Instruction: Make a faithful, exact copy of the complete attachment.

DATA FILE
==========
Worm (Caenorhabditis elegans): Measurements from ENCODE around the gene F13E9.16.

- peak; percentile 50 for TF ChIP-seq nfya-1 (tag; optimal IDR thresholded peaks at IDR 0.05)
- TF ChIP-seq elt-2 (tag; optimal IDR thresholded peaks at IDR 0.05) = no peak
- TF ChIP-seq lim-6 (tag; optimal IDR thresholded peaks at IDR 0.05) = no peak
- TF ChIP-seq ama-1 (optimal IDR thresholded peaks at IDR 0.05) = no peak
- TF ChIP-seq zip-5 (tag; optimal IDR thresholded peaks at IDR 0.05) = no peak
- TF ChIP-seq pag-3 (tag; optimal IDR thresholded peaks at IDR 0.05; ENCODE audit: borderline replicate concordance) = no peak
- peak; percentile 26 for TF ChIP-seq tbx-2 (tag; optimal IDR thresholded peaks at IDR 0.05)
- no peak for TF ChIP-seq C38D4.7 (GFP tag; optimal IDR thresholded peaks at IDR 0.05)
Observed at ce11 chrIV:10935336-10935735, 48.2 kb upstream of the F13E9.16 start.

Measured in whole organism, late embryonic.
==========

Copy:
Worm (Caenorhabditis elegans): Measurements from ENCODE around the gene F13E9.16.

- peak; percentile 50 for TF ChIP-seq nfya-1 (tag; optimal IDR thresholded peaks at IDR 0.05)
- TF ChIP-seq elt-2 (tag; optimal IDR thresholded peaks at IDR 0.05) = no peak
- TF ChIP-seq lim-6 (tag; optimal IDR thresholded peaks at IDR 0.05) = no peak
- TF ChIP-seq ama-1 (optimal IDR thresholded peaks at IDR 0.05) = no peak
- TF ChIP-seq zip-5 (tag; optimal IDR thresholded peaks at IDR 0.05) = no peak
- TF ChIP-seq pag-3 (tag; optimal IDR thresholded peaks at IDR 0.05; ENCODE audit: borderline replicate concordance) = no peak
- peak; percentile 26 for TF ChIP-seq tbx-2 (tag; optimal IDR thresholded peaks at IDR 0.05)
- no peak for TF ChIP-seq C38D4.7 (GFP tag; optimal IDR thresholded peaks at IDR 0.05)
Observed at ce11 chrIV:10935336-10935735, 48.2 kb upstream of the F13E9.16 start.

Measured in whole organism, late embryonic.